New Initiative Ponders Origins of the Universe

The Simons Foundation effort will develop testable predictions about string theory, quantum field theory, quantum gravity and a cosmological ‘Big Bounce.’

A visualization of the cosmic background radiation shows its polarization and temperature around 380,000 years after the universe’s formation, as observed by the Planck satellite mission. Colors show patches of slightly lower (blue) or higher (red) temperatures, and the texture indicates the direction in which the light is polarized. A new Simons Foundation initiative will explore theoretical issues related to the physics that created and shaped the newborn universe. Credit: Planck Collaboration/ESA

The Simons Foundation has assembled an international group of theoretical physicists to tackle one of the biggest unsolved mysteries in science: What exactly went down at the dawn of the universe around 13.8 billion years ago.

Called the Origins of the Universe, the initiative will focus in part on yielding theoretical predictions that will inform future studies of the early cosmos and provide a deeper understanding of the fundamental physics governing the universe.

“This is a time of intellectual ferment in the theory world, with many exciting ideas for extending our theories of particle physics to short-length scales and higher energies,” says Andrew Millis, associate director for physics at the Simons Foundation and co-director of the Flatiron Institute’s Center for Computational Quantum Physics. “What this collaboration will help to do is to connect those theories to potential cosmology observations.”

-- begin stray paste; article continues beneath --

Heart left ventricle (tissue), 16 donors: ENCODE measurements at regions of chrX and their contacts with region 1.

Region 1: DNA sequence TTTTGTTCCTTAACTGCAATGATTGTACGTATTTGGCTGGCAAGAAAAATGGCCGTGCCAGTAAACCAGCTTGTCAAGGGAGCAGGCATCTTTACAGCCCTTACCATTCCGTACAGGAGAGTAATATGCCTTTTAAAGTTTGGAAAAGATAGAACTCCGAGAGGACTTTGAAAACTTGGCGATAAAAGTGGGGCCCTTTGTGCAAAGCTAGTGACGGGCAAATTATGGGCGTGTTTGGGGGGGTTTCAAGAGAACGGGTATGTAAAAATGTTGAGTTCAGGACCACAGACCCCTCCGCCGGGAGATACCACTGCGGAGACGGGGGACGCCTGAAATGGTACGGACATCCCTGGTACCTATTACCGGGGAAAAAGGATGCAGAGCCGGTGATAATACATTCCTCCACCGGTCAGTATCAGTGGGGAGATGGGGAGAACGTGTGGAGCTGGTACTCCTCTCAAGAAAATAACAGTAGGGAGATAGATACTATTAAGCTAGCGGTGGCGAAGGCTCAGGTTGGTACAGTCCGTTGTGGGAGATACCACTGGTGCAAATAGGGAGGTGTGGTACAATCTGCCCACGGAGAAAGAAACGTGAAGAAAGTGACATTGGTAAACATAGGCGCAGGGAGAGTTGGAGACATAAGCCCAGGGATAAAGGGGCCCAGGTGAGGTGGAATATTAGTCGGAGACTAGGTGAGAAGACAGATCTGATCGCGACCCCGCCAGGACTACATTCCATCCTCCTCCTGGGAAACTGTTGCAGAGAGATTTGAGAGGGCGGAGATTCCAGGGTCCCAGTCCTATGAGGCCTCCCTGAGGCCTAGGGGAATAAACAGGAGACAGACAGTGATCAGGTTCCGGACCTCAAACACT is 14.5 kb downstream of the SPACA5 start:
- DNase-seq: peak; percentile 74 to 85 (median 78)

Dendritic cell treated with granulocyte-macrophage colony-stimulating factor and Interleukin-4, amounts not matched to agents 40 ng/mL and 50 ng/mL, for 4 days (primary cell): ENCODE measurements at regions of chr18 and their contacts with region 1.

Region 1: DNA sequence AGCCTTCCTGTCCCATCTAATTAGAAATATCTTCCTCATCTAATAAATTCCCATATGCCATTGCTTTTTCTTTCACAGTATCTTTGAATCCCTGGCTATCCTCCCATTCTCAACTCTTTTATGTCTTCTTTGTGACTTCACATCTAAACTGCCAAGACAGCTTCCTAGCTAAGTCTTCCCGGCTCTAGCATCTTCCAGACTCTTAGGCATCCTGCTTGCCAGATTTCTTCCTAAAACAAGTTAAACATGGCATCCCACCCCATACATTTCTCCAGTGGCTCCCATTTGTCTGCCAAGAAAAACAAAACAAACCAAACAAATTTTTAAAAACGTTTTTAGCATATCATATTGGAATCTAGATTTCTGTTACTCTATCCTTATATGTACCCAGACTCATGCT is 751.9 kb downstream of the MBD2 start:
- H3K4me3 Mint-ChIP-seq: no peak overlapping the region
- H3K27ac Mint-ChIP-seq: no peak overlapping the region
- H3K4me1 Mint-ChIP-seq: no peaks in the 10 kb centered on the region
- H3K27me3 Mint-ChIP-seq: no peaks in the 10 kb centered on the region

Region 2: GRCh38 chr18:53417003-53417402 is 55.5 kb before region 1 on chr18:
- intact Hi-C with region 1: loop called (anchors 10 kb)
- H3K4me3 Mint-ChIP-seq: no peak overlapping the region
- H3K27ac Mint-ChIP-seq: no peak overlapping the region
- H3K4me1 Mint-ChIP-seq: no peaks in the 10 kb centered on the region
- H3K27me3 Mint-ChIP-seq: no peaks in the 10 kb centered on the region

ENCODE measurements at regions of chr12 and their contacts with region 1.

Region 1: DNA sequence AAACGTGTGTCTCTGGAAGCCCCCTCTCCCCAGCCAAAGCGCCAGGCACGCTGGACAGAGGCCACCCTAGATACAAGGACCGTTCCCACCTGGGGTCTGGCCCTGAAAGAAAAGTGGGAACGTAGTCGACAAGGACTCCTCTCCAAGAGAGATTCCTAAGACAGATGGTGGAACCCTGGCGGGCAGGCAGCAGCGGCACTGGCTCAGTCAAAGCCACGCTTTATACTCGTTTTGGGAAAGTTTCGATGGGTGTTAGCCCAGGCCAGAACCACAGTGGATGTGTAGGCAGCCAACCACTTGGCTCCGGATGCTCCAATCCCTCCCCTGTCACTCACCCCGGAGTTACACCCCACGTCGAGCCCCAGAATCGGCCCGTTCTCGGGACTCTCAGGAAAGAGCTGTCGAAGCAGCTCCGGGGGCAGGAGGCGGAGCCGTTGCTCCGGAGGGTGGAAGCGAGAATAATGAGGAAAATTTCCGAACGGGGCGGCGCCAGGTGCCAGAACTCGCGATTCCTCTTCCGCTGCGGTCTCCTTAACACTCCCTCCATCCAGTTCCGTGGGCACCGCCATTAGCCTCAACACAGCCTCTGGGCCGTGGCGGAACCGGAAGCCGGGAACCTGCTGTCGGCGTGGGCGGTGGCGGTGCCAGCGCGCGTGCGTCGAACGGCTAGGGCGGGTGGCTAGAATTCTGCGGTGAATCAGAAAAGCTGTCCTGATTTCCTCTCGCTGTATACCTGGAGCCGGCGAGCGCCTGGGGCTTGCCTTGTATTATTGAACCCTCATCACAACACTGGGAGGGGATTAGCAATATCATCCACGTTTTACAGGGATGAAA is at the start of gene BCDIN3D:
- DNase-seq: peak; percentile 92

Theoretical physicist Marc Kamionkowski of Johns Hopkins University and astrophysicist David Spergel, director of the Flatiron Institute’s Center for Computational Astrophysics, will be advisers to the new initiative.

In its initial phase, the initiative will fund three research areas in theoretical cosmology. These areas will complement the work of the Simons Observatory, a project that will study the universe’s oldest light from a vantage point high in the Chilean mountains.

One research area will investigate an alternative theory for the origin of the universe we observe. Specifically, theoretical physicists Paul Steinhardt and Frans Pretorius of Princeton University, along with Anna Ijjas of Columbia University, will explore whether a Big Bounce, rather than a Big Bang, may have birthed the cosmos. This explanation posits that the present universe was born from a previous universe that contracted in on itself, squeezing all the matter and energy back together into a small but finite size before swelling back outward. Although the idea emerged decades ago, it is seeing renewed interest because recent breakthroughs have made it possible to perform consistent theoretical calculations of this scenario and make testable predictions.

Another research area, Cosmology Beyond Einstein’s Gravity, will focus on uniting the physics of the very small and the very large. Physicists Gregory Gabadadze of New York University, Claudia de Rham of Imperial College London and Rachel Rosen of Columbia University will investigate new quantum field theories of gravity and their potential implications for cosmology.

The Modern Inflationary Cosmology research team comprises physicists Eva Silverstein, Renata Kallosh, Andrei Linde and Leonardo Senatore of Stanford University, J. Richard Bond of the Canadian Institute for Advanced Research in Toronto, Raphael Flauger of the University of California, San Diego, Liam McAllister of Cornell University and Matias Zaldarriaga of the Institute for Advanced Study in Princeton, New Jersey. The team will use techniques derived from string theory, quantum field theory and numerical relativity to develop the theoretical underpinnings of the inflationary cosmology model and determine the ways in which observations can constrain the different theoretical scenarios.

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